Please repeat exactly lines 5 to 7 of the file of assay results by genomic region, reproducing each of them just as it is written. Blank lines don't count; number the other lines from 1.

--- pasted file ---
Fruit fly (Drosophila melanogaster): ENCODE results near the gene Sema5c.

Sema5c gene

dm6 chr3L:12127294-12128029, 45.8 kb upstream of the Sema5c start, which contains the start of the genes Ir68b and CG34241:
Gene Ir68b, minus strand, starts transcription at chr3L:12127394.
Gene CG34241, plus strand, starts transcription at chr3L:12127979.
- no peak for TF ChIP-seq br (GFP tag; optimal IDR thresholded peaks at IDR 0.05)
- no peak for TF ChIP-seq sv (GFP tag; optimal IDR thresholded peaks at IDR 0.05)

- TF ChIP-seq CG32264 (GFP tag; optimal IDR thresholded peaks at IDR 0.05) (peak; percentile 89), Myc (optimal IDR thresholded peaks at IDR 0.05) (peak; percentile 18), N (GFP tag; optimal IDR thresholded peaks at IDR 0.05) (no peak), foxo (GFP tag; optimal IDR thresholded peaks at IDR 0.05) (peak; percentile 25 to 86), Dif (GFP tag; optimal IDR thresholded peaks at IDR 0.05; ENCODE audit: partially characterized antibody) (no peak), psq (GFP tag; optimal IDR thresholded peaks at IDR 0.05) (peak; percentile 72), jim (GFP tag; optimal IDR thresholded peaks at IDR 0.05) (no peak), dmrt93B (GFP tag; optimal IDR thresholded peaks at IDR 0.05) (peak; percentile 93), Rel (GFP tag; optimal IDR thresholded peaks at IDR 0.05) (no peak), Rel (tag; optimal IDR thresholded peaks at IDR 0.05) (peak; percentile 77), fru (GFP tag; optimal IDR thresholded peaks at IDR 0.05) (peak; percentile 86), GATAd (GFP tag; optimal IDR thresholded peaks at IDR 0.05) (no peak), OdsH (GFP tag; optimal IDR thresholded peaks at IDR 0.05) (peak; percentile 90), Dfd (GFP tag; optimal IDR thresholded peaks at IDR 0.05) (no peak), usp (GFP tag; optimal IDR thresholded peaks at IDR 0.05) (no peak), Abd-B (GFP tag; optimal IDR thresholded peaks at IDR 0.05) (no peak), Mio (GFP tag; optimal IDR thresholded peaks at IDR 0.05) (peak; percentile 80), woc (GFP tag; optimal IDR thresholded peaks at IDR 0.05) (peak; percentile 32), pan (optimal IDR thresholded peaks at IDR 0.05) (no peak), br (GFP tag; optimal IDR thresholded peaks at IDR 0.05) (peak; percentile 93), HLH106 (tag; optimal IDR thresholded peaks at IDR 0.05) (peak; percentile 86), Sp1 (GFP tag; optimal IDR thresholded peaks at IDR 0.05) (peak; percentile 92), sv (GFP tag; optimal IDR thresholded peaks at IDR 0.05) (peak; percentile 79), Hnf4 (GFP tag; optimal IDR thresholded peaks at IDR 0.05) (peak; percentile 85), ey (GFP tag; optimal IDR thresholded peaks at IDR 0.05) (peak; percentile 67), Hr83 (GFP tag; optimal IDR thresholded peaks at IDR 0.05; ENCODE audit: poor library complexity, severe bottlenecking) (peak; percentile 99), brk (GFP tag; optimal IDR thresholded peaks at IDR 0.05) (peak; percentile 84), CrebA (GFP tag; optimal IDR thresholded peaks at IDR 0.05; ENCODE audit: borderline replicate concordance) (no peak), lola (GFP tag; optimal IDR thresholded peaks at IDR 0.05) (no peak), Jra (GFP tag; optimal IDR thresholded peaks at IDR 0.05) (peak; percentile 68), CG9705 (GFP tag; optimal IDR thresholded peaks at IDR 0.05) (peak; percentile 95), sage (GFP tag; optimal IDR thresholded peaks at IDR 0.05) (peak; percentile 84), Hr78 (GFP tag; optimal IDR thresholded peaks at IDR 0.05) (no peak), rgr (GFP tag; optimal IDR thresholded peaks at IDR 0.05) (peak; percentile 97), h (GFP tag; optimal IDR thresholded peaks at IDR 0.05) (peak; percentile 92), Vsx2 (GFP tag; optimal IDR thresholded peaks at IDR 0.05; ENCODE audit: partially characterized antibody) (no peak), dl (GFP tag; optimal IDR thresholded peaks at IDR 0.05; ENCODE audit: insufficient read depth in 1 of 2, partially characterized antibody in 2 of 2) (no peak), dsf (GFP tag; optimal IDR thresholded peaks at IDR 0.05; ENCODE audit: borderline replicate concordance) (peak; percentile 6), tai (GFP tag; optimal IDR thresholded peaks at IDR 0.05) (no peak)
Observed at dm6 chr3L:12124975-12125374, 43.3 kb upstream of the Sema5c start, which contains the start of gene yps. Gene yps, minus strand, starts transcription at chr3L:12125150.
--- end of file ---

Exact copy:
Gene CG34241, plus strand, starts transcription at chr3L:12127979.
- no peak for TF ChIP-seq br (GFP tag; optimal IDR thresholded peaks at IDR 0.05)
- no peak for TF ChIP-seq sv (GFP tag; optimal IDR thresholded peaks at IDR 0.05)